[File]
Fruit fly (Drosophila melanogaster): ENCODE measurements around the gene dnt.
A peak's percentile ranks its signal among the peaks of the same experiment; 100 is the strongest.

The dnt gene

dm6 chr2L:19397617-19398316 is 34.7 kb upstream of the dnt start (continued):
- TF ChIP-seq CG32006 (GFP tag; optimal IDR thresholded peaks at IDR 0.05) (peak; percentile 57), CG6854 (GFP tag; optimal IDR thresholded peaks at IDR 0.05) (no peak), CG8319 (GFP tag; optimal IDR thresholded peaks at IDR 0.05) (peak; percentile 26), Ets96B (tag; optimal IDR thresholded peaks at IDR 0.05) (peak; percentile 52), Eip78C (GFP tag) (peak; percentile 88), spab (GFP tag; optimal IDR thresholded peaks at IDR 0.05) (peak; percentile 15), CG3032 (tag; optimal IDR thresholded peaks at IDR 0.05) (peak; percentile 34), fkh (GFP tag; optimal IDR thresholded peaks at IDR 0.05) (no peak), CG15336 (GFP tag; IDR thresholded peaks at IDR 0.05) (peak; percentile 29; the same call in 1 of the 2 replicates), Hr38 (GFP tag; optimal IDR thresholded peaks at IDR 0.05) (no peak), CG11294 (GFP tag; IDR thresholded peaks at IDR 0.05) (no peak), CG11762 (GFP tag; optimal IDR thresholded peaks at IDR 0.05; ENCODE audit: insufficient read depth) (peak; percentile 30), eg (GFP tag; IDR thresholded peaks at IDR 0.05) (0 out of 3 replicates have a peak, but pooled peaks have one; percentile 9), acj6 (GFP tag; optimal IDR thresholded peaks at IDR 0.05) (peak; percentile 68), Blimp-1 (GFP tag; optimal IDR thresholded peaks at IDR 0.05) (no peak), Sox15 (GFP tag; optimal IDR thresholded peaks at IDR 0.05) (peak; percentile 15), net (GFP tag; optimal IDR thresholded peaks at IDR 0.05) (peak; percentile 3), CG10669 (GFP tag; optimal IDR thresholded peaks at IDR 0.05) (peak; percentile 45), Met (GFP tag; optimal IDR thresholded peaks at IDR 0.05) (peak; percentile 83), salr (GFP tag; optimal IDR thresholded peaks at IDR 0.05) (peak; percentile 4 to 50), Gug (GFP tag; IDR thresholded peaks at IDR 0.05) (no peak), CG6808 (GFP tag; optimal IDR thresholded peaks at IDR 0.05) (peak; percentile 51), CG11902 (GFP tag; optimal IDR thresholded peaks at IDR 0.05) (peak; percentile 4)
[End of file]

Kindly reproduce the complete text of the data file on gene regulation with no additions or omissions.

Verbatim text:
Fruit fly (Drosophila melanogaster): ENCODE measurements around the gene dnt.
A peak's percentile ranks its signal among the peaks of the same experiment; 100 is the strongest.

The dnt gene

dm6 chr2L:19397617-19398316 is 34.7 kb upstream of the dnt start (continued):
- TF ChIP-seq CG32006 (GFP tag; optimal IDR thresholded peaks at IDR 0.05) (peak; percentile 57), CG6854 (GFP tag; optimal IDR thresholded peaks at IDR 0.05) (no peak), CG8319 (GFP tag; optimal IDR thresholded peaks at IDR 0.05) (peak; percentile 26), Ets96B (tag; optimal IDR thresholded peaks at IDR 0.05) (peak; percentile 52), Eip78C (GFP tag) (peak; percentile 88), spab (GFP tag; optimal IDR thresholded peaks at IDR 0.05) (peak; percentile 15), CG3032 (tag; optimal IDR thresholded peaks at IDR 0.05) (peak; percentile 34), fkh (GFP tag; optimal IDR thresholded peaks at IDR 0.05) (no peak), CG15336 (GFP tag; IDR thresholded peaks at IDR 0.05) (peak; percentile 29; the same call in 1 of the 2 replicates), Hr38 (GFP tag; optimal IDR thresholded peaks at IDR 0.05) (no peak), CG11294 (GFP tag; IDR thresholded peaks at IDR 0.05) (no peak), CG11762 (GFP tag; optimal IDR thresholded peaks at IDR 0.05; ENCODE audit: insufficient read depth) (peak; percentile 30), eg (GFP tag; IDR thresholded peaks at IDR 0.05) (0 out of 3 replicates have a peak, but pooled peaks have one; percentile 9), acj6 (GFP tag; optimal IDR thresholded peaks at IDR 0.05) (peak; percentile 68), Blimp-1 (GFP tag; optimal IDR thresholded peaks at IDR 0.05) (no peak), Sox15 (GFP tag; optimal IDR thresholded peaks at IDR 0.05) (peak; percentile 15), net (GFP tag; optimal IDR thresholded peaks at IDR 0.05) (peak; percentile 3), CG10669 (GFP tag; optimal IDR thresholded peaks at IDR 0.05) (peak; percentile 45), Met (GFP tag; optimal IDR thresholded peaks at IDR 0.05) (peak; percentile 83), salr (GFP tag; optimal IDR thresholded peaks at IDR 0.05) (peak; percentile 4 to 50), Gug (GFP tag; IDR thresholded peaks at IDR 0.05) (no peak), CG6808 (GFP tag; optimal IDR thresholded peaks at IDR 0.05) (peak; percentile 51), CG11902 (GFP tag; optimal IDR thresholded peaks at IDR 0.05) (peak; percentile 4)